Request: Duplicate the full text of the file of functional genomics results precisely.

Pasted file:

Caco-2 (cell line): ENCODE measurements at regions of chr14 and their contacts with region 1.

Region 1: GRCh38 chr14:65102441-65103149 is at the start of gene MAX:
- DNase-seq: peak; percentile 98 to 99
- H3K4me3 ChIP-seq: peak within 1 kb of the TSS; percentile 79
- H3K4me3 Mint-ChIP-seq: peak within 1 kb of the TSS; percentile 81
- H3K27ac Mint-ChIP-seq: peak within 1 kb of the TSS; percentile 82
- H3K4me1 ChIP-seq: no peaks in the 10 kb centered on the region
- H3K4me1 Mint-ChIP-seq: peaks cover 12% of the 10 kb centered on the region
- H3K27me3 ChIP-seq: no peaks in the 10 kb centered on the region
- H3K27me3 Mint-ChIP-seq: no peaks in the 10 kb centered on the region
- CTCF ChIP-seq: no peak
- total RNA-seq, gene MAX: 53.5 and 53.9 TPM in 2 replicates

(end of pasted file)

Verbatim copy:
Caco-2 (cell line): ENCODE measurements at regions of chr14 and their contacts with region 1.

Region 1: GRCh38 chr14:65102441-65103149 is at the start of gene MAX:
- DNase-seq: peak; percentile 98 to 99
- H3K4me3 ChIP-seq: peak within 1 kb of the TSS; percentile 79
- H3K4me3 Mint-ChIP-seq: peak within 1 kb of the TSS; percentile 81
- H3K27ac Mint-ChIP-seq: peak within 1 kb of the TSS; percentile 82
- H3K4me1 ChIP-seq: no peaks in the 10 kb centered on the region
- H3K4me1 Mint-ChIP-seq: peaks cover 12% of the 10 kb centered on the region
- H3K27me3 ChIP-seq: no peaks in the 10 kb centered on the region
- H3K27me3 Mint-ChIP-seq: no peaks in the 10 kb centered on the region
- CTCF ChIP-seq: no peak
- total RNA-seq, gene MAX: 53.5 and 53.9 TPM in 2 replicates